While at GSU I worked with some colleagues who had done theater and film work and they encouraged me to do it. I demurred for the longest time but finally took the plunge and auditioned for a show. I didn’t get the part but I became the props person-the person who has to find pieces of furniture or other things to use in the show; I also became the stage manager for the show. I discovered that I was naturally good at it and at the end of the show I was given an award for technical contribution. You can imagine my surprise when someone who has never done this before gets an award. From that moment on I knew this was something I wanted to do and I did it for 25 years, receiving two more technical awards. I did a little bit of almost everything, from props, to light board op, sound board op, stage manager,crew chief backstage and I even got to be onstage a few times. What I loved most and what I did most, however, was build the sets and take them down again after the show. Some of my finest memories and lasting friendships came from that experience. So that’s a third life.
During my time at GSU I also appeared as an extra in a few films here in Atlanta. It was a lot of waiting around but I got to meet some stars-Gary Busey, John Cassavettes, Lawrence Fishburne and others. Life number 4.
Also while at GSU, I wrote for the student newspaper and had many articles published, mostly about film and theater and I did that for 10 years. I’ve also had some biographical research papers published, so as you can see, I’ve had a busy life.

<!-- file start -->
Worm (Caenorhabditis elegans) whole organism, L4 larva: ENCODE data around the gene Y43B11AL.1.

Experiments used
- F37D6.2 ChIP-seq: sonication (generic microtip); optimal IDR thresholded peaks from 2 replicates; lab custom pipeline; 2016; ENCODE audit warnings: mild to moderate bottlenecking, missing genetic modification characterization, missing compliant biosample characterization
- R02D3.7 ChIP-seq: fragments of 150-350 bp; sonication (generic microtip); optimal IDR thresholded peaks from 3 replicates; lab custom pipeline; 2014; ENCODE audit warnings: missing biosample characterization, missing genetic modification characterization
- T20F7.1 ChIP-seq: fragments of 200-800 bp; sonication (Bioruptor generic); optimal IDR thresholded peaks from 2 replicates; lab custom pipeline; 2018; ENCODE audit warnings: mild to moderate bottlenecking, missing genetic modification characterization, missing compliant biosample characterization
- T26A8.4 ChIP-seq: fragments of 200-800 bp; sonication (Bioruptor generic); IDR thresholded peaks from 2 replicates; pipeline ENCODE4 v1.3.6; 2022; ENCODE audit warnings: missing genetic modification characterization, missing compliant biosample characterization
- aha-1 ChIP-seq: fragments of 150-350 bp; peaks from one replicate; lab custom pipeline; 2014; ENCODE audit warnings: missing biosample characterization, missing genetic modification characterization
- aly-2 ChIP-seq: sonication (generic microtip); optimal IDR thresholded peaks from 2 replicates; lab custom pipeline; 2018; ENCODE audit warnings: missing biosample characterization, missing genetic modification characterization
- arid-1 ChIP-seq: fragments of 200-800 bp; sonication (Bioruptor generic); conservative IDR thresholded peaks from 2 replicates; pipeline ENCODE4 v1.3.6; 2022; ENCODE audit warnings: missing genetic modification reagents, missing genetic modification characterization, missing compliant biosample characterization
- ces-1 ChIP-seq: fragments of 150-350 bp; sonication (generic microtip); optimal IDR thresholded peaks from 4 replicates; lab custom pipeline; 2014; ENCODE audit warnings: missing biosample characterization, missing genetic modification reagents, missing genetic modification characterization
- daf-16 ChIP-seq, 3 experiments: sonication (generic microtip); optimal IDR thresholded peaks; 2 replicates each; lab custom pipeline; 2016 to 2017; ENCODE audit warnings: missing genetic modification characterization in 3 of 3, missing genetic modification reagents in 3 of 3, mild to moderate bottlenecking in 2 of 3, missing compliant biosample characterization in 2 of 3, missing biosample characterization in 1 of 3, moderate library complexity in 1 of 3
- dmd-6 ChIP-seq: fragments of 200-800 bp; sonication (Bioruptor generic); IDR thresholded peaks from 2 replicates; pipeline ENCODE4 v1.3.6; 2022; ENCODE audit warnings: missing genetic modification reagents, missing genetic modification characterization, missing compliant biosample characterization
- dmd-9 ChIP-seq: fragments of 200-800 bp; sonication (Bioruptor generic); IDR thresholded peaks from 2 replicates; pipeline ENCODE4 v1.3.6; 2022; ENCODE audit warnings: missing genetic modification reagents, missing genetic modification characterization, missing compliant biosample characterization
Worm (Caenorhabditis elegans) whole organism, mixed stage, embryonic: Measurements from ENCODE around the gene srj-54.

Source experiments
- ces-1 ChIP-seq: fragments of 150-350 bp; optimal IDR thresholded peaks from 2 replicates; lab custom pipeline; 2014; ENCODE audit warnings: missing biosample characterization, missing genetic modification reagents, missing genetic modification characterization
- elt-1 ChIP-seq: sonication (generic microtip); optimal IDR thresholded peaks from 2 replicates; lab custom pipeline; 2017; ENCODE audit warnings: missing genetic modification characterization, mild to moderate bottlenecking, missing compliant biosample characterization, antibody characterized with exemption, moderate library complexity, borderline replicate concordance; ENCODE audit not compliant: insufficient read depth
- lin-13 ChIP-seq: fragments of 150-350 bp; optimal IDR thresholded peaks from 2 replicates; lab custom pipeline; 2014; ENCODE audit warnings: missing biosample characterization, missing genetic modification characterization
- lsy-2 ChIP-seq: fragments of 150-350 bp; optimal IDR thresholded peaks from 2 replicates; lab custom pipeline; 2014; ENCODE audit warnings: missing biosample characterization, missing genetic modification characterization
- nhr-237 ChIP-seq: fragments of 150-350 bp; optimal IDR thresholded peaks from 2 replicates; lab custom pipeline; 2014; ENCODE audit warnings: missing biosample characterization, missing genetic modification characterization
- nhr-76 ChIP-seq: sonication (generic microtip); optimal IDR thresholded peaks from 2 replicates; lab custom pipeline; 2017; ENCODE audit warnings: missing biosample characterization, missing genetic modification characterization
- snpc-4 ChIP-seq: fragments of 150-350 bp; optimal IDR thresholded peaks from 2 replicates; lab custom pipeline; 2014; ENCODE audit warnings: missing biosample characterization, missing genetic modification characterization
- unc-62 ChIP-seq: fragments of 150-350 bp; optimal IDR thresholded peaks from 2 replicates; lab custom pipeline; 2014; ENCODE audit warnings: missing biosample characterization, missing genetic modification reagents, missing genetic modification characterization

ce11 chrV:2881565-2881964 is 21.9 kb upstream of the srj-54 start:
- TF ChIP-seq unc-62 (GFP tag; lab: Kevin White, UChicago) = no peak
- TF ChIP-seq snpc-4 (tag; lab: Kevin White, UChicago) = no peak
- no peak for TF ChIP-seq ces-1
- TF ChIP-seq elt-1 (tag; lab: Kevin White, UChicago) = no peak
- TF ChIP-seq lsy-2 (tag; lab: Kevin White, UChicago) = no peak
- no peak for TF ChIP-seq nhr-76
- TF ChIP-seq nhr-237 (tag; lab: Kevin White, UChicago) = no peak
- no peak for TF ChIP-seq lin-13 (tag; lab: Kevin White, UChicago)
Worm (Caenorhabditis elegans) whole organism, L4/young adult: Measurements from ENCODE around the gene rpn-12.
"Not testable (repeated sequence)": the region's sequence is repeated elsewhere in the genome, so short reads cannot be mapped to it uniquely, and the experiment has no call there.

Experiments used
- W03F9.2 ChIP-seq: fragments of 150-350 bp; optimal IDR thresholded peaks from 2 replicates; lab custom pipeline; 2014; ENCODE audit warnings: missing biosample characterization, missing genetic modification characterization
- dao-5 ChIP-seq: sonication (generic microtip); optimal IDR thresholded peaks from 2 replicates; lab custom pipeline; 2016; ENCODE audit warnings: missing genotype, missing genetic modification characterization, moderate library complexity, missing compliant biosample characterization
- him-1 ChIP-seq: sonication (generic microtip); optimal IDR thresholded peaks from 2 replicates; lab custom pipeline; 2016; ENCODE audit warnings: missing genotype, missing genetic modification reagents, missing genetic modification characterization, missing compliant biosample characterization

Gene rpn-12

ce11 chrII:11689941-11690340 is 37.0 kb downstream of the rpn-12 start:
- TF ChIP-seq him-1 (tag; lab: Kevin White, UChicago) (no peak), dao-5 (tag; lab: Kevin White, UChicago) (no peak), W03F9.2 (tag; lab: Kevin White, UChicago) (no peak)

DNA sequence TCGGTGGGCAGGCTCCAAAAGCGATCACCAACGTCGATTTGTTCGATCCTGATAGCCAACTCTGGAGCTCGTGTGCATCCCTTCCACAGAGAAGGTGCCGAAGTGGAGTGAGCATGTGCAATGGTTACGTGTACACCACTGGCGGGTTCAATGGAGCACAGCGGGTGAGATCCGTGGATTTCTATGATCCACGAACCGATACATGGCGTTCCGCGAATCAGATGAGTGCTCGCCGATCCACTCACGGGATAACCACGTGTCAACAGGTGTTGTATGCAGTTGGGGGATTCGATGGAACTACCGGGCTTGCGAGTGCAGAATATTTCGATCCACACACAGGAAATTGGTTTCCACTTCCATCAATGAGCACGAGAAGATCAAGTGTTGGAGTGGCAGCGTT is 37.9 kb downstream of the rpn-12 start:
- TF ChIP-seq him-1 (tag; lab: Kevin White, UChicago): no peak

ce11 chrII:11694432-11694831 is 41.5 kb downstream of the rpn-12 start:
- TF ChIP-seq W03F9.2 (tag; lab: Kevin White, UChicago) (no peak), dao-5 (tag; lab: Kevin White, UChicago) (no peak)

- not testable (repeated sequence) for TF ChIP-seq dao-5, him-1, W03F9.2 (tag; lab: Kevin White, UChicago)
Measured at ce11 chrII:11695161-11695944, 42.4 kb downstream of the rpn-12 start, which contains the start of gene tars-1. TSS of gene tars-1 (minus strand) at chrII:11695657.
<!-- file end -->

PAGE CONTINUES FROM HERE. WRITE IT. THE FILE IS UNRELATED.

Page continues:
When I retired, I needed something else to make my life fulfilling, as if it hasn’t been already, so I heard about the CAPS, program, joined the police CAPS eight years ago and fire CAPS 4 years ago; its one of the greatest decisions of my life; it gives my life a purpose besides taking up space and using up food and water. I love doing this work and I love this town.
So there’s a little about me. I am by nature shy and withdrawn but joining this program has definitely made me more sociable.”

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Introducing Our Newest Firefighter, Sebastien Pean

file (4)25 year old FF. Sebastien Pean was born and raised in Haiti before moving to Miami, Florida where he attended Mater Lakes Academy High School. He later played college basketball in multiple states, but settled in Kansas City, Missouri where he graduated from Blue River Fire Academy in August of 2016.

Pean’s family consists of his mother, Alessandra Lemoire, and three sisters: Samantha, Corrine and Chloe. He also speaks French Creole and has moved to Georgia this August intending to start his career as a firefighter.

According to Pean “As a kid my mother always told me that if I knew how to start a fire, I better know how to put it out, and that stuck with me. My passion for the fire service is always in putting others first. I’ve always had that instinct for helping others, and the safety of others has always been a major thing for me. I couldn’t think of a better career to combine fire and safety into one.”